"The southern regions, Gaziantep and Mersin especially, were the backbone of Turkish export production – official statistics have been published showing that around 56 percent of Turkish exports were manufactured in the south"

Syrian investments go up in smoke

This led Syrian investment in Turkey, especially in the industrial sectors, to be concentrated mostly in Gaziantep, Urfa, Mersin, and Antakya, he says. According to Sahloul, there are around 13,880 Syrian-owned companies in Turkey, which constitute around 29 percent of all foreign-owned companies in the country.

Abdul Ghafour Saleh Asfour, head of the Association of Arab Businessmen and Industrialists (ASYAD), revealed last year that Syrian businessmen had made investments of over $10 billion in Turkey, according to the newspaper Turkiye Gazetesi.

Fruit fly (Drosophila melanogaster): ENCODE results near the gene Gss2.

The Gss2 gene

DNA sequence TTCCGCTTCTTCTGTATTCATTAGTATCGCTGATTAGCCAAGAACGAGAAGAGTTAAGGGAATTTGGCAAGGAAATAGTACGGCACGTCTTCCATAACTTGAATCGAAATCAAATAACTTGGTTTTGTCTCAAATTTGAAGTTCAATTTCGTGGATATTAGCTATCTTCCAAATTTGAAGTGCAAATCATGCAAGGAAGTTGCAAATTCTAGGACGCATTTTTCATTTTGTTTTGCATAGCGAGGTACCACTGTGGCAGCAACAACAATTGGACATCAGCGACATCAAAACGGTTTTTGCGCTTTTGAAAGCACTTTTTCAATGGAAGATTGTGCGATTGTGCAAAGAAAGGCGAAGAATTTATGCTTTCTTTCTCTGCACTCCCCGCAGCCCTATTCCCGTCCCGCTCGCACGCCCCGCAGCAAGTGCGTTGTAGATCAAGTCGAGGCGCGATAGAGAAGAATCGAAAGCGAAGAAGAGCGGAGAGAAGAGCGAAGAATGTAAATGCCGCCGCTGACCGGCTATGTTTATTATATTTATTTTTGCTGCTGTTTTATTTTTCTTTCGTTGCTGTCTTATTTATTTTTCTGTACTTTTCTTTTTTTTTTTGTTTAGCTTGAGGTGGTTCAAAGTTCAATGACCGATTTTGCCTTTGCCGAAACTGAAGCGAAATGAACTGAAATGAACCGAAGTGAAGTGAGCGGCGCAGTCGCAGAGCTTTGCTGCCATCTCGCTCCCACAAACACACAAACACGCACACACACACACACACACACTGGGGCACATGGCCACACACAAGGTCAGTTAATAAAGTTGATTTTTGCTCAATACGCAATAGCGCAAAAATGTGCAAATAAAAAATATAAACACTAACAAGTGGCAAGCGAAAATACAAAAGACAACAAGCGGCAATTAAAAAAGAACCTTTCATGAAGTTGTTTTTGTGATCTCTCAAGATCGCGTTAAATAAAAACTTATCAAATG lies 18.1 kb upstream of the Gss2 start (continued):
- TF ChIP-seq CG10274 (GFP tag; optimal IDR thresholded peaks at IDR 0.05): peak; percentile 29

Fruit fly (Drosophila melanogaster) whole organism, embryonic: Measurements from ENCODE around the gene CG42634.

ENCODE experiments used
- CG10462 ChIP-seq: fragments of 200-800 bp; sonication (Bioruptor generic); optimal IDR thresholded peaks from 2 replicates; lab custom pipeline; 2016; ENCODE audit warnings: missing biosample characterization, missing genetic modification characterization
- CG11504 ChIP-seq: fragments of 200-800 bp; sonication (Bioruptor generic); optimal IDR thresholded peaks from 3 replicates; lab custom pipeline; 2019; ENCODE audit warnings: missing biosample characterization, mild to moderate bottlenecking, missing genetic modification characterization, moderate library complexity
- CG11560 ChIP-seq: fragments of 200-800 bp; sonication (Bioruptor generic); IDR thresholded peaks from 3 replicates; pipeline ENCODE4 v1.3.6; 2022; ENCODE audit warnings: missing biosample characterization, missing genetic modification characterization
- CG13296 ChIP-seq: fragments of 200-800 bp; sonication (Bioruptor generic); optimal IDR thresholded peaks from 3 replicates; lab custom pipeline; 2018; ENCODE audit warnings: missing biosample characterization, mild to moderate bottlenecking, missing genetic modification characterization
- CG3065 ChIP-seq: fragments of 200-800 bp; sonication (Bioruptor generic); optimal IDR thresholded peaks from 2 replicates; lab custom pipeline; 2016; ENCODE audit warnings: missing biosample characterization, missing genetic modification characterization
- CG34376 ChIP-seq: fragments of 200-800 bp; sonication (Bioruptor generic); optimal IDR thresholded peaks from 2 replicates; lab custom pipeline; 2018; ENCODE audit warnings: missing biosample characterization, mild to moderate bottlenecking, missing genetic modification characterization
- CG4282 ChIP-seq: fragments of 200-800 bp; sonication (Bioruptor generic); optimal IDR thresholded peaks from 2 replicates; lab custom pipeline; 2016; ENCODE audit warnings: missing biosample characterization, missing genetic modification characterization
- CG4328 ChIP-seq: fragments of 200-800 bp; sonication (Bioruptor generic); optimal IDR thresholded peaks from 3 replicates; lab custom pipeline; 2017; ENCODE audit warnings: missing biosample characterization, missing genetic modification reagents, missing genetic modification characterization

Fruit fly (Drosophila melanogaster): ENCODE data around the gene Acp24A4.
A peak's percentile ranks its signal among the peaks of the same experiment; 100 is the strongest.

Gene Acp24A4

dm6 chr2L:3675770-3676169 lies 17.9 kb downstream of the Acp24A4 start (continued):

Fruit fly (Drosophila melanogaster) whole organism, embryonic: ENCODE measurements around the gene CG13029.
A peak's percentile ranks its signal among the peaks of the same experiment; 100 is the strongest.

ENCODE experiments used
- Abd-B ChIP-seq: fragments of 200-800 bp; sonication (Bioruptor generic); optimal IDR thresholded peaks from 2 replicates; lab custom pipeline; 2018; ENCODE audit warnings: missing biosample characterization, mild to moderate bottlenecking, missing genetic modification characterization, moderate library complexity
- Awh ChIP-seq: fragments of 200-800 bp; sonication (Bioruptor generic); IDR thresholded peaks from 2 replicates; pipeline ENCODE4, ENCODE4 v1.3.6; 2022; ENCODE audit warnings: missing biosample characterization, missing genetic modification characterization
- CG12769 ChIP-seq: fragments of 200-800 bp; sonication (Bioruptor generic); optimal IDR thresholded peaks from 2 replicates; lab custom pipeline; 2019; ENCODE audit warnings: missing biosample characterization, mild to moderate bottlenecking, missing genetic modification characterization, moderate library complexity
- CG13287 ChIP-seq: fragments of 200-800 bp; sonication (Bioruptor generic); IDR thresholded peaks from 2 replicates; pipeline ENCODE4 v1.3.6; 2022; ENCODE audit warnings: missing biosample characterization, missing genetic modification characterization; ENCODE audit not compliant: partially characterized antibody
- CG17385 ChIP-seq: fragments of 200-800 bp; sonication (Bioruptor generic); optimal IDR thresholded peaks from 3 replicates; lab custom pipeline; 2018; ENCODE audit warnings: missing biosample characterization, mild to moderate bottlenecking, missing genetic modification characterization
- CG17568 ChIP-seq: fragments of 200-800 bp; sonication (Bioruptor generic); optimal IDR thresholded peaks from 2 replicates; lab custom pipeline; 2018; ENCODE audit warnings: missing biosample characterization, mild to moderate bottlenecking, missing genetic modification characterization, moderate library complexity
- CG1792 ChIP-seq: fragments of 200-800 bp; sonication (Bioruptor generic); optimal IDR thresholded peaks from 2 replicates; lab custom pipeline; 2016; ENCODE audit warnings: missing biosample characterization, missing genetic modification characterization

However, Sahloul said many Syrian businesses and investments in property and industry had been badly damaged, if not wiped out entirely, in the affected provinces. Significant Syrian businesses remain in Istanbul, Ankara, Bursa, and the Black Sea cities, which were involved in the service industry, tourism, real estate, and financial investments, as well as some industrial investments in Yalova and Bursa provinces, he added.

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"The earthquake has destroyed the bulk of property belonging to Syrians, as well as their investments, in the southern provinces of Turkey, especially Antakya and Gaziantep," engineer Mahrous Al Khatib, a Syrian investor in solar energy and modern irrigation who works in Hatay, southern Turkey, as well as farms in northwest Syria, said.

Syrian contribution to Turkey's growing export sector